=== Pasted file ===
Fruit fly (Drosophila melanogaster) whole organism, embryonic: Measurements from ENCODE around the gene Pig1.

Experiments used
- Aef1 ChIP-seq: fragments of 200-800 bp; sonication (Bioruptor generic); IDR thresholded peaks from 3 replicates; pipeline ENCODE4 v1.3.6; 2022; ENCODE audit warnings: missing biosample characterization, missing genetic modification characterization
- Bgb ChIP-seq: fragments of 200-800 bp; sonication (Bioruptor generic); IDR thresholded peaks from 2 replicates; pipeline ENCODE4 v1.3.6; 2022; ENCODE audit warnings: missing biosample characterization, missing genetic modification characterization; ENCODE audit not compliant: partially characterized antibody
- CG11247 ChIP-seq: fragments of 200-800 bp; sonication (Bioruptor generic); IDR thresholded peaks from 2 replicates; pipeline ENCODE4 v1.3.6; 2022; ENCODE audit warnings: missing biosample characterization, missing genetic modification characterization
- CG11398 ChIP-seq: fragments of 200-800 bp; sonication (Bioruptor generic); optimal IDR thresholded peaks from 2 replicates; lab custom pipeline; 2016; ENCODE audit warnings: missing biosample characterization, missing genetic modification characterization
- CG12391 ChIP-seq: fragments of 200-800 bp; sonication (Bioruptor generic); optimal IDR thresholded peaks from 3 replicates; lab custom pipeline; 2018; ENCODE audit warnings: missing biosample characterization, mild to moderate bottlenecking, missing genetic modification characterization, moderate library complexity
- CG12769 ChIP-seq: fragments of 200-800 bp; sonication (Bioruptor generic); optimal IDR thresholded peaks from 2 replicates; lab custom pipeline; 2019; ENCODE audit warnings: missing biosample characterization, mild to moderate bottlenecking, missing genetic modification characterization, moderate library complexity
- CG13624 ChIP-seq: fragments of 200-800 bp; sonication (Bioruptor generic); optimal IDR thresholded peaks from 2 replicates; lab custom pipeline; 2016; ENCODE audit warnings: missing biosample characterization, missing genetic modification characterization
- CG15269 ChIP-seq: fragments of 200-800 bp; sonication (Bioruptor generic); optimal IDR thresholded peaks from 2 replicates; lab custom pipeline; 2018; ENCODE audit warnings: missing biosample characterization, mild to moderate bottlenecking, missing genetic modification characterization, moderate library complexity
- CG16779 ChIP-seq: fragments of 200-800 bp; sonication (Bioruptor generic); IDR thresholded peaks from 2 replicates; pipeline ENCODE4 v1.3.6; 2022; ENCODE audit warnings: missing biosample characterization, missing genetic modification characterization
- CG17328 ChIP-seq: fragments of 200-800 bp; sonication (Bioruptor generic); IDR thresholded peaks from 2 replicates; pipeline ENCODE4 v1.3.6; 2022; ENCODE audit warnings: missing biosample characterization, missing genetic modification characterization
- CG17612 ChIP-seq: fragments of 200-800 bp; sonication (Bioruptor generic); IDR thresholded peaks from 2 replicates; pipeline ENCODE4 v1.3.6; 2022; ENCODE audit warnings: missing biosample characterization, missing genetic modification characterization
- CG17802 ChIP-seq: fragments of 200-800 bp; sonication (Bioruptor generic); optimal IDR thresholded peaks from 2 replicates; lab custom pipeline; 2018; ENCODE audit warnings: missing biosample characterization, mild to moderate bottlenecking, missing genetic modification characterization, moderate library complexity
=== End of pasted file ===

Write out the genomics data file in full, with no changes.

Fruit fly (Drosophila melanogaster) whole organism, embryonic: Measurements from ENCODE around the gene Pig1.

Experiments used
- Aef1 ChIP-seq: fragments of 200-800 bp; sonication (Bioruptor generic); IDR thresholded peaks from 3 replicates; pipeline ENCODE4 v1.3.6; 2022; ENCODE audit warnings: missing biosample characterization, missing genetic modification characterization
- Bgb ChIP-seq: fragments of 200-800 bp; sonication (Bioruptor generic); IDR thresholded peaks from 2 replicates; pipeline ENCODE4 v1.3.6; 2022; ENCODE audit warnings: missing biosample characterization, missing genetic modification characterization; ENCODE audit not compliant: partially characterized antibody
- CG11247 ChIP-seq: fragments of 200-800 bp; sonication (Bioruptor generic); IDR thresholded peaks from 2 replicates; pipeline ENCODE4 v1.3.6; 2022; ENCODE audit warnings: missing biosample characterization, missing genetic modification characterization
- CG11398 ChIP-seq: fragments of 200-800 bp; sonication (Bioruptor generic); optimal IDR thresholded peaks from 2 replicates; lab custom pipeline; 2016; ENCODE audit warnings: missing biosample characterization, missing genetic modification characterization
- CG12391 ChIP-seq: fragments of 200-800 bp; sonication (Bioruptor generic); optimal IDR thresholded peaks from 3 replicates; lab custom pipeline; 2018; ENCODE audit warnings: missing biosample characterization, mild to moderate bottlenecking, missing genetic modification characterization, moderate library complexity
- CG12769 ChIP-seq: fragments of 200-800 bp; sonication (Bioruptor generic); optimal IDR thresholded peaks from 2 replicates; lab custom pipeline; 2019; ENCODE audit warnings: missing biosample characterization, mild to moderate bottlenecking, missing genetic modification characterization, moderate library complexity
- CG13624 ChIP-seq: fragments of 200-800 bp; sonication (Bioruptor generic); optimal IDR thresholded peaks from 2 replicates; lab custom pipeline; 2016; ENCODE audit warnings: missing biosample characterization, missing genetic modification characterization
- CG15269 ChIP-seq: fragments of 200-800 bp; sonication (Bioruptor generic); optimal IDR thresholded peaks from 2 replicates; lab custom pipeline; 2018; ENCODE audit warnings: missing biosample characterization, mild to moderate bottlenecking, missing genetic modification characterization, moderate library complexity
- CG16779 ChIP-seq: fragments of 200-800 bp; sonication (Bioruptor generic); IDR thresholded peaks from 2 replicates; pipeline ENCODE4 v1.3.6; 2022; ENCODE audit warnings: missing biosample characterization, missing genetic modification characterization
- CG17328 ChIP-seq: fragments of 200-800 bp; sonication (Bioruptor generic); IDR thresholded peaks from 2 replicates; pipeline ENCODE4 v1.3.6; 2022; ENCODE audit warnings: missing biosample characterization, missing genetic modification characterization
- CG17612 ChIP-seq: fragments of 200-800 bp; sonication (Bioruptor generic); IDR thresholded peaks from 2 replicates; pipeline ENCODE4 v1.3.6; 2022; ENCODE audit warnings: missing biosample characterization, missing genetic modification characterization
- CG17802 ChIP-seq: fragments of 200-800 bp; sonication (Bioruptor generic); optimal IDR thresholded peaks from 2 replicates; lab custom pipeline; 2018; ENCODE audit warnings: missing biosample characterization, mild to moderate bottlenecking, missing genetic modification characterization, moderate library complexity